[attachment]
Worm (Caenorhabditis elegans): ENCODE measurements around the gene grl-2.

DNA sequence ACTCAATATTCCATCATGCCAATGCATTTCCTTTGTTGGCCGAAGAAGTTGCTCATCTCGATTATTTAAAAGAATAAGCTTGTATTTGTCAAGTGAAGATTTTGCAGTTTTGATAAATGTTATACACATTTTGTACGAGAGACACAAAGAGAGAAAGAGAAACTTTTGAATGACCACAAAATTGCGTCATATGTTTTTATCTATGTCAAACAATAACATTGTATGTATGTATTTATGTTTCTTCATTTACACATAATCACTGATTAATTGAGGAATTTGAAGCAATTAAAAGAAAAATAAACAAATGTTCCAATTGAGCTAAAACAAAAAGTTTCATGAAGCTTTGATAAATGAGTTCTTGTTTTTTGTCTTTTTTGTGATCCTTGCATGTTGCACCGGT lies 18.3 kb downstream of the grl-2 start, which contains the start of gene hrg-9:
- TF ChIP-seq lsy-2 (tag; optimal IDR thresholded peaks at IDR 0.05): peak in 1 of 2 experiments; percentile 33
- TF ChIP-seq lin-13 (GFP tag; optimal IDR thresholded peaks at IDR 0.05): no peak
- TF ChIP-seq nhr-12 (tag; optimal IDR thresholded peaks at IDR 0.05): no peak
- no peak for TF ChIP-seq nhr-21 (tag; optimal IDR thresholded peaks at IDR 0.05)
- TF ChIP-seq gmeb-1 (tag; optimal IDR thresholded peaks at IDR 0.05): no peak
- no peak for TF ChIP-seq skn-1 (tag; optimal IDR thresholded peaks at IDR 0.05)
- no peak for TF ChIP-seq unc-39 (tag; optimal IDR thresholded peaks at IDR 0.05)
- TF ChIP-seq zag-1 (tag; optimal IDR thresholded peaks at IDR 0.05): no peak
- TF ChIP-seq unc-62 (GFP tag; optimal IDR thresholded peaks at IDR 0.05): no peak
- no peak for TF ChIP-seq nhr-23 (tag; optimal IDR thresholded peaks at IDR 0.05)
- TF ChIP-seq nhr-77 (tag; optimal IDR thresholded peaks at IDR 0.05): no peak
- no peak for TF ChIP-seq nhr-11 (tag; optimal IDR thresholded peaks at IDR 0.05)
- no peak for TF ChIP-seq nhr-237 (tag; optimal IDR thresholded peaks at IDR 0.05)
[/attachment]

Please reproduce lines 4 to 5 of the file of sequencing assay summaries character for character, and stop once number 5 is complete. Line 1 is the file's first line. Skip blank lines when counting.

- TF ChIP-seq lin-13 (GFP tag; optimal IDR thresholded peaks at IDR 0.05): no peak
- TF ChIP-seq nhr-12 (tag; optimal IDR thresholded peaks at IDR 0.05): no peak